29th National Cowboy Poetry Gathering, Friday, February 1, 2013
The international side of this event is so vital to the National Cowboy Poetry Gathering coordinators because ranch hands and bronco breakers from around the world have been so important to the culture that the American West has today. Charlie Seemann explains that horse people are horse people, and we are all able to come together in Elko and share stories that cross borders and time. All of this helps create relationships that will last a lifetime. Sharing stories of the corral and landscape reminds us that people working cattle and horses from around the world are not so different than those in the American West.
Today was a great showcase as the Italian duo Gianluca Zammarelli and Marco Rufo played casually before a happy audience. People enjoyed food, wine, and great company as Gianluca and Marco played songs from home. In addition, Gianluca took time to teach the audience about their musical style and instruments. The anatomy of the bagpipe is much like that of a family, a group of parts put together to make amazing sounds and feelings, and there is a cross hidden within the facets of the pipes to keep the devil away.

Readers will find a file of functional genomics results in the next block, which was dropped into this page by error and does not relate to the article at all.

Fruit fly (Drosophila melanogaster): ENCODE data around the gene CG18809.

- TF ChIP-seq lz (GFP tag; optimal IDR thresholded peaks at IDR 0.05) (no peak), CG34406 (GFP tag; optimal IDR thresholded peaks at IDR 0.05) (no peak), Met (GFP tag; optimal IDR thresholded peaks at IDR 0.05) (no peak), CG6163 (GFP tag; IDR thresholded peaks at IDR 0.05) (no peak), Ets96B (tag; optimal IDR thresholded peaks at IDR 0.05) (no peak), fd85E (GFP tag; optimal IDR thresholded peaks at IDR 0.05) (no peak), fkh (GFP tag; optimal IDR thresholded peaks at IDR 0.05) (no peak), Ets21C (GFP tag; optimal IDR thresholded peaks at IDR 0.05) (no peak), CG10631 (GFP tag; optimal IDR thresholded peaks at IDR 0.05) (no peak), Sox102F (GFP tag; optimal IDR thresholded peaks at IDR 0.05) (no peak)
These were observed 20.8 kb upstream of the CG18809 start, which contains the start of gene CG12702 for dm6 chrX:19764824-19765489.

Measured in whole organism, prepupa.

There is much to be learned about the butteri down at the Folklife Center exhibit. Here's just a few things:
Today Italian tradition lives on in America spurred by Italian immigration West over 150 years ago. In fact, many of the cowboys and ranchers today have roots in Italy.
Blue jeans were invented in Genoa, Italy to give a strong pair of pants to sailors. It wasn't until Levi patented the pocket's copper rivet that the blue jean became marketed and popular in the American West.
Buffalo Bill and his troupe visited Italy eight times, and was once issued a challenge as to who may be the better bronc rider: the American cowboy or the Italian butteri. Although the results of this challenge may vary between America and Italy today, there remains a legend that a butteri by the name of Agusto Imperiali conquered the American horse.
Written by Mike Gamm
Photos by Charlie Eckburg